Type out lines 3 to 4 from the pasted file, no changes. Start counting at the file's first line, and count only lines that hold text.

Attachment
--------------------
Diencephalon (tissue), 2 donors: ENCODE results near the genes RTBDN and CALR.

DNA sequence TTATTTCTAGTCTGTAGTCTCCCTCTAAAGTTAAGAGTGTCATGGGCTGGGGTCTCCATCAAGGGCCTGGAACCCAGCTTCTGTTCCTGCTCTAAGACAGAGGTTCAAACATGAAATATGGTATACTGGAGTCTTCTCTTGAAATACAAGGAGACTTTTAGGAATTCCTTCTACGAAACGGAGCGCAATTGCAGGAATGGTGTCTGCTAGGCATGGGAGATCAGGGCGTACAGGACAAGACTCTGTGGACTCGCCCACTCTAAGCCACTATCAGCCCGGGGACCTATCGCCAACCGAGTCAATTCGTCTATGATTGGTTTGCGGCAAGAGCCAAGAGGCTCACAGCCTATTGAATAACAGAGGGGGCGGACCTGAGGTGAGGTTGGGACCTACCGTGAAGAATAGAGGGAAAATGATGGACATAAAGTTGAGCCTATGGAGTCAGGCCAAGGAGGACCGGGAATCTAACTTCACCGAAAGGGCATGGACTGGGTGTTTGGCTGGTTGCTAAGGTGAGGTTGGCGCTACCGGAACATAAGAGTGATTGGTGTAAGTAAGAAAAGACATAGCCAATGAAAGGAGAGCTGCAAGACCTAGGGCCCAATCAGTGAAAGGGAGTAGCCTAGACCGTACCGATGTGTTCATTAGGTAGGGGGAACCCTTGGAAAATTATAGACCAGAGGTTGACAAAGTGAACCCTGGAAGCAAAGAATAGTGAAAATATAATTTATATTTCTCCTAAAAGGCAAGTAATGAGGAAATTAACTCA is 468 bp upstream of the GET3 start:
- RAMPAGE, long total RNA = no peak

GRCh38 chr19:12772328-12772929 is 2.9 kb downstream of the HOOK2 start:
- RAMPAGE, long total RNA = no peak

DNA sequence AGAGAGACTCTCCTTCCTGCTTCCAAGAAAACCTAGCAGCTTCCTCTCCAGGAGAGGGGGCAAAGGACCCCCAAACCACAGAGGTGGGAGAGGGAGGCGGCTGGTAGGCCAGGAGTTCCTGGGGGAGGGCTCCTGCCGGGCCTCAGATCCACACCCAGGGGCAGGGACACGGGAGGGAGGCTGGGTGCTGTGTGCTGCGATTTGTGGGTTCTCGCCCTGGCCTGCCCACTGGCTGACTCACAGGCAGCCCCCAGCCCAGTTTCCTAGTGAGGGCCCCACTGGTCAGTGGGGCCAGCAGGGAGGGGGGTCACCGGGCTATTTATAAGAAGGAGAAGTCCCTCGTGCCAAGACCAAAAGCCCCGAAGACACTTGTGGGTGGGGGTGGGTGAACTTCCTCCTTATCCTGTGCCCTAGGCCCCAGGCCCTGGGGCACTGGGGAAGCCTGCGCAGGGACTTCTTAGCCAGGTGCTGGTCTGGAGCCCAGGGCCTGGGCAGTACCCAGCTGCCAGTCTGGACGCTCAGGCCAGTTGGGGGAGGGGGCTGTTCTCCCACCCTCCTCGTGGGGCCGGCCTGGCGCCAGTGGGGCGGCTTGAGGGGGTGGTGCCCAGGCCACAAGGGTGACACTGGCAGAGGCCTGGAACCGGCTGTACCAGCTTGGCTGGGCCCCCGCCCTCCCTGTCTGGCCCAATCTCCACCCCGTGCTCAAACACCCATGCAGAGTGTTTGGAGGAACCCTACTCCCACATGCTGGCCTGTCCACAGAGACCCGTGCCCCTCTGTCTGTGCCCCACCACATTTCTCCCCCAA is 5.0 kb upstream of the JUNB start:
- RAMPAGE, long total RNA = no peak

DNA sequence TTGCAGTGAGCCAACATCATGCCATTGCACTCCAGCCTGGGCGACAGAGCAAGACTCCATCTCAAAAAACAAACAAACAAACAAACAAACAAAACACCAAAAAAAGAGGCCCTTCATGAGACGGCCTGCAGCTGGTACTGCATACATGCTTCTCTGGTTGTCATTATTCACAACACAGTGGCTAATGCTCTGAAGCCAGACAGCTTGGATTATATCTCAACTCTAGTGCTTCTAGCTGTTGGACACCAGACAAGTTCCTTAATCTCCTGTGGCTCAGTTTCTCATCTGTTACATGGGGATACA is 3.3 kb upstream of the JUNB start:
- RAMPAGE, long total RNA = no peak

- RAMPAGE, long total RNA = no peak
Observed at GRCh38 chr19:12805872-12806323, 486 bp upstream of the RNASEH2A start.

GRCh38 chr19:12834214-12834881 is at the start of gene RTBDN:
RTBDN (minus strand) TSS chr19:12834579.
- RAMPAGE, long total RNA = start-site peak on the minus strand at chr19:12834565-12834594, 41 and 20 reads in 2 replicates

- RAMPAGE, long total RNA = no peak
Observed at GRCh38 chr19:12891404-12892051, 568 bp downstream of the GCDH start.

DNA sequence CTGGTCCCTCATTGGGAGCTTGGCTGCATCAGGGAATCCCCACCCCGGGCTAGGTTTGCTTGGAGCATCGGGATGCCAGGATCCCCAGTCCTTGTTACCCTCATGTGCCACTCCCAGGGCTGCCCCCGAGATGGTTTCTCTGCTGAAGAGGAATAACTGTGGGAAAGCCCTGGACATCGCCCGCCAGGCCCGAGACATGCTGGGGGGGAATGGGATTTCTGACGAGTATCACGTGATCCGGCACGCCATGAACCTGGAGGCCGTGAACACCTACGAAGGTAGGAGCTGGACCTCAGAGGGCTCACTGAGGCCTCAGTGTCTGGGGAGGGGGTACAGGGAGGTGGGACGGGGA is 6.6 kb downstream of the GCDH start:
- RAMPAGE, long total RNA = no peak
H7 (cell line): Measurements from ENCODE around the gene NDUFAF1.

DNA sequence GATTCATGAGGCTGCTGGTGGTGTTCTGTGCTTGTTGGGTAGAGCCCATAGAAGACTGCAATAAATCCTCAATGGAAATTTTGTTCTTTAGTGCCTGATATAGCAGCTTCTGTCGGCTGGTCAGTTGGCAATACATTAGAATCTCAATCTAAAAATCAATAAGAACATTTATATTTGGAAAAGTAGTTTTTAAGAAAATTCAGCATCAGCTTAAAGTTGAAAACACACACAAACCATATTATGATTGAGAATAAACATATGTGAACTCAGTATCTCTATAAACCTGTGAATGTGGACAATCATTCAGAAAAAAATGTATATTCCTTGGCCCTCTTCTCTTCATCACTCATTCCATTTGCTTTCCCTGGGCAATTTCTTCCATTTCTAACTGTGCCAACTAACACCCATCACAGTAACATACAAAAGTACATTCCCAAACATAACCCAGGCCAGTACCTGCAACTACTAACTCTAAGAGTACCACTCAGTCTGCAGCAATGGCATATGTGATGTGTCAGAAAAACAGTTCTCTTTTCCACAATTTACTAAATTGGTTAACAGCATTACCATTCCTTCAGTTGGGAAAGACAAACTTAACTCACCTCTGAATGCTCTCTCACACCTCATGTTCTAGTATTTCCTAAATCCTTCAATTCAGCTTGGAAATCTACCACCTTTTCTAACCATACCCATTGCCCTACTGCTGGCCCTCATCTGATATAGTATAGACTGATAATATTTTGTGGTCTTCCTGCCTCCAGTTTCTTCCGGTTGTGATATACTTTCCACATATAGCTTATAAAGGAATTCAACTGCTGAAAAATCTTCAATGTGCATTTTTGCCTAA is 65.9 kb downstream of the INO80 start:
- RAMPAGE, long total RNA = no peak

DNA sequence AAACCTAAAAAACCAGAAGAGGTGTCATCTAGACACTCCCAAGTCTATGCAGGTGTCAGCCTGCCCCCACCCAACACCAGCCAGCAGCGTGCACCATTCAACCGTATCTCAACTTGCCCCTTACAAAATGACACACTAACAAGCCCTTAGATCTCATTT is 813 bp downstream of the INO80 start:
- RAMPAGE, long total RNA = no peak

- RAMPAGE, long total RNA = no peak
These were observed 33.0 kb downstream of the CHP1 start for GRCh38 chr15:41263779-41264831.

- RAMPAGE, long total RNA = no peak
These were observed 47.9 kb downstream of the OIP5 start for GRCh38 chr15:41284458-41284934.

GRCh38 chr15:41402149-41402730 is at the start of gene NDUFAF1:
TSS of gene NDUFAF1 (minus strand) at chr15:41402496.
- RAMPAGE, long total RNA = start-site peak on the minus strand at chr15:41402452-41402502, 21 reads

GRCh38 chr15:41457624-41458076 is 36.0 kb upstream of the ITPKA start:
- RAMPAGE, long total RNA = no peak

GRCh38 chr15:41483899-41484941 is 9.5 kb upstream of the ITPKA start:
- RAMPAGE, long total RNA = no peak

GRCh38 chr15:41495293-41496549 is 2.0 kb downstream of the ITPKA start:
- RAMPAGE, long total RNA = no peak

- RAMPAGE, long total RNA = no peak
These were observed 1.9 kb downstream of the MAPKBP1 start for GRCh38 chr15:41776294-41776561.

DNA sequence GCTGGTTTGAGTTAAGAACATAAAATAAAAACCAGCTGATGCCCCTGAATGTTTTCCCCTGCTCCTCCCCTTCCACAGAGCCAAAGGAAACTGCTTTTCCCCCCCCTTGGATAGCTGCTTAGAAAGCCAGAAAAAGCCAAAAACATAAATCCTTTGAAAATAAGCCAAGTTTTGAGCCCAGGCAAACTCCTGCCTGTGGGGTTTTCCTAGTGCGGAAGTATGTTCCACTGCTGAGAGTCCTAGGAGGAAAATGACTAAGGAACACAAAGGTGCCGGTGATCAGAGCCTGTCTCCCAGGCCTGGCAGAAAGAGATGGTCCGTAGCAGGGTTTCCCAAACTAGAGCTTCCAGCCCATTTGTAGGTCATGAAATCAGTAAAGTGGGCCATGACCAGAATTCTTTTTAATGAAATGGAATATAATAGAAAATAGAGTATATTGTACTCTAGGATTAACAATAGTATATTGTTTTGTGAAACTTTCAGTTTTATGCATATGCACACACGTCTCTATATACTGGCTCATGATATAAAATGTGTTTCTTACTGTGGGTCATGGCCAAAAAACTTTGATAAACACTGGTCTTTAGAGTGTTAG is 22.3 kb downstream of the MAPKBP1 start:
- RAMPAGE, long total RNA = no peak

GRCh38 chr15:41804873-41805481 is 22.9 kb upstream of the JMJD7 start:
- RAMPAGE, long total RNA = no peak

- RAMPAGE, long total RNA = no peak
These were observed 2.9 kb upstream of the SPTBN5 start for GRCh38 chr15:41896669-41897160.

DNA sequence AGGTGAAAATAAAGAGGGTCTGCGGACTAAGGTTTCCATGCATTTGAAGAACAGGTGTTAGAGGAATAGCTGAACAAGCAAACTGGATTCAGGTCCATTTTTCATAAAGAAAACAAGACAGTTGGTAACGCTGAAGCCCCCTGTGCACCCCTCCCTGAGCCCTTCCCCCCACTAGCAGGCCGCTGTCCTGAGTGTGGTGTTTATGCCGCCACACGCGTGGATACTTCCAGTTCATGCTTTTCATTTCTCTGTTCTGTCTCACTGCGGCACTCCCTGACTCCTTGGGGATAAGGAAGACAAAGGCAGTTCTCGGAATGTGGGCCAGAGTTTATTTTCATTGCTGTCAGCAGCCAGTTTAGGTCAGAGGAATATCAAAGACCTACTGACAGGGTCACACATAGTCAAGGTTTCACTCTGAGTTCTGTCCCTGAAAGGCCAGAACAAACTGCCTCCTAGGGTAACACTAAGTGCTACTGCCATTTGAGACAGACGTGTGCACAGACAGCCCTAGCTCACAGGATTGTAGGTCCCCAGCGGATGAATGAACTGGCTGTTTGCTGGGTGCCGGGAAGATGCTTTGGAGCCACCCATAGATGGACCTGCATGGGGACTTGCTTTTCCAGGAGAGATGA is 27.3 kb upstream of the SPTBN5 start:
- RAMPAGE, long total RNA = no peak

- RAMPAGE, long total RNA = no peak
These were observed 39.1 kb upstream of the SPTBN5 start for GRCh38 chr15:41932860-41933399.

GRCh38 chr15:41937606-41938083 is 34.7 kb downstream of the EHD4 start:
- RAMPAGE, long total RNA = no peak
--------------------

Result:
- RAMPAGE, long total RNA = no peak

GRCh38 chr19:12772328-12772929 is 2.9 kb downstream of the HOOK2 start: